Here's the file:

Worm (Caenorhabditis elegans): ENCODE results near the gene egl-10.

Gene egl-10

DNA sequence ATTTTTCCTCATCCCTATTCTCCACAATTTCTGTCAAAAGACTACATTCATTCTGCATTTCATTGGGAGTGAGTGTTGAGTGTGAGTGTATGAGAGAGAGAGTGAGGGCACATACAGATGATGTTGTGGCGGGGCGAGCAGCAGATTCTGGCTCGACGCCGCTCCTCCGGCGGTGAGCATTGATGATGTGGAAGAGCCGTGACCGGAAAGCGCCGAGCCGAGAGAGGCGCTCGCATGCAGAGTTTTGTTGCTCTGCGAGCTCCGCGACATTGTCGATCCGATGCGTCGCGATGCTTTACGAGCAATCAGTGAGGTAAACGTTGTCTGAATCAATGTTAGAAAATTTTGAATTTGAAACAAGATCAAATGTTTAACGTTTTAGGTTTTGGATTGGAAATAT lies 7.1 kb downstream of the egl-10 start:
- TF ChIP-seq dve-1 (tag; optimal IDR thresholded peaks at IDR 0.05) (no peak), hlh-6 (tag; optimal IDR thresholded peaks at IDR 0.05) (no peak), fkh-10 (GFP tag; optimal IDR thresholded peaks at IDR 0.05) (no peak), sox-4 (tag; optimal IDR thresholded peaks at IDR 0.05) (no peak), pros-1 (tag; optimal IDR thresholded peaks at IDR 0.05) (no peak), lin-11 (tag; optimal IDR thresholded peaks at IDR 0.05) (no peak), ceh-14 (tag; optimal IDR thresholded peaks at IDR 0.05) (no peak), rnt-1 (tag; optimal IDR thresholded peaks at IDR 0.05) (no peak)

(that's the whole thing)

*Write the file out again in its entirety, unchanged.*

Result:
Worm (Caenorhabditis elegans): ENCODE results near the gene egl-10.

Gene egl-10

DNA sequence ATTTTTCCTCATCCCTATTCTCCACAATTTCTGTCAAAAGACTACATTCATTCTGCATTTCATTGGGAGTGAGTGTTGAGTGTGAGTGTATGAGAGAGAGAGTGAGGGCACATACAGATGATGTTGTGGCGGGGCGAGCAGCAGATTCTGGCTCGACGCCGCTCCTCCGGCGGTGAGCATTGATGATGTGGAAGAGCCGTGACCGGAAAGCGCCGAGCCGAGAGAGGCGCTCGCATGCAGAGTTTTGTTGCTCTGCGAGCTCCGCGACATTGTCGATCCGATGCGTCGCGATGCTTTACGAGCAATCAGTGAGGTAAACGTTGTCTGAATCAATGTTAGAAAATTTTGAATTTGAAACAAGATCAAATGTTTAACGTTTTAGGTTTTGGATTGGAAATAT lies 7.1 kb downstream of the egl-10 start:
- TF ChIP-seq dve-1 (tag; optimal IDR thresholded peaks at IDR 0.05) (no peak), hlh-6 (tag; optimal IDR thresholded peaks at IDR 0.05) (no peak), fkh-10 (GFP tag; optimal IDR thresholded peaks at IDR 0.05) (no peak), sox-4 (tag; optimal IDR thresholded peaks at IDR 0.05) (no peak), pros-1 (tag; optimal IDR thresholded peaks at IDR 0.05) (no peak), lin-11 (tag; optimal IDR thresholded peaks at IDR 0.05) (no peak), ceh-14 (tag; optimal IDR thresholded peaks at IDR 0.05) (no peak), rnt-1 (tag; optimal IDR thresholded peaks at IDR 0.05) (no peak)